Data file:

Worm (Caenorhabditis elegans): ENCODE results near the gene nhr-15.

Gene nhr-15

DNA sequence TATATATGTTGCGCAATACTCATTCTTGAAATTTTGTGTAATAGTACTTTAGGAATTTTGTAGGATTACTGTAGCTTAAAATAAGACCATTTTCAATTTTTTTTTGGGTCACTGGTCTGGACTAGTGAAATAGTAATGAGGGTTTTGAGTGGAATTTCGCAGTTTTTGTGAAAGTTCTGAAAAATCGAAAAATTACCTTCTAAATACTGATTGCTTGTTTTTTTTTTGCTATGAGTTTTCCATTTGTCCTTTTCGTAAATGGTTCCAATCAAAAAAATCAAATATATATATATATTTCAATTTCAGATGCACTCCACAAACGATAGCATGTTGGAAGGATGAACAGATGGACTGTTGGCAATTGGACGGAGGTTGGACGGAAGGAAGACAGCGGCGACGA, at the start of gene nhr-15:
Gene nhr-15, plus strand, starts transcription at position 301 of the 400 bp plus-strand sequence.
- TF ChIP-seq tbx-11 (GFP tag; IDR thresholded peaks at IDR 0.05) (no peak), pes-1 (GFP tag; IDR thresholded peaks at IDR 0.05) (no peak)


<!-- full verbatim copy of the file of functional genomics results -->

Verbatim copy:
Worm (Caenorhabditis elegans): ENCODE results near the gene nhr-15.

Gene nhr-15

DNA sequence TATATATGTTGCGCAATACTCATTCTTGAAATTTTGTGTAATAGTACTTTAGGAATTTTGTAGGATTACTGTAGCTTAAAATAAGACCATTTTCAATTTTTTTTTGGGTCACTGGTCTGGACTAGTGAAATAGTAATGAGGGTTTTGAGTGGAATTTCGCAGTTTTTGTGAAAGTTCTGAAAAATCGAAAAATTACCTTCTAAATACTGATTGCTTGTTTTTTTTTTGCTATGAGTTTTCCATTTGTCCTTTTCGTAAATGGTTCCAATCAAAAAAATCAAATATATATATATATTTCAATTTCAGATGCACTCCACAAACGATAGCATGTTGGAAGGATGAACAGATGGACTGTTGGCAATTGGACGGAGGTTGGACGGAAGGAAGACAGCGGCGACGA, at the start of gene nhr-15:
Gene nhr-15, plus strand, starts transcription at position 301 of the 400 bp plus-strand sequence.
- TF ChIP-seq tbx-11 (GFP tag; IDR thresholded peaks at IDR 0.05) (no peak), pes-1 (GFP tag; IDR thresholded peaks at IDR 0.05) (no peak)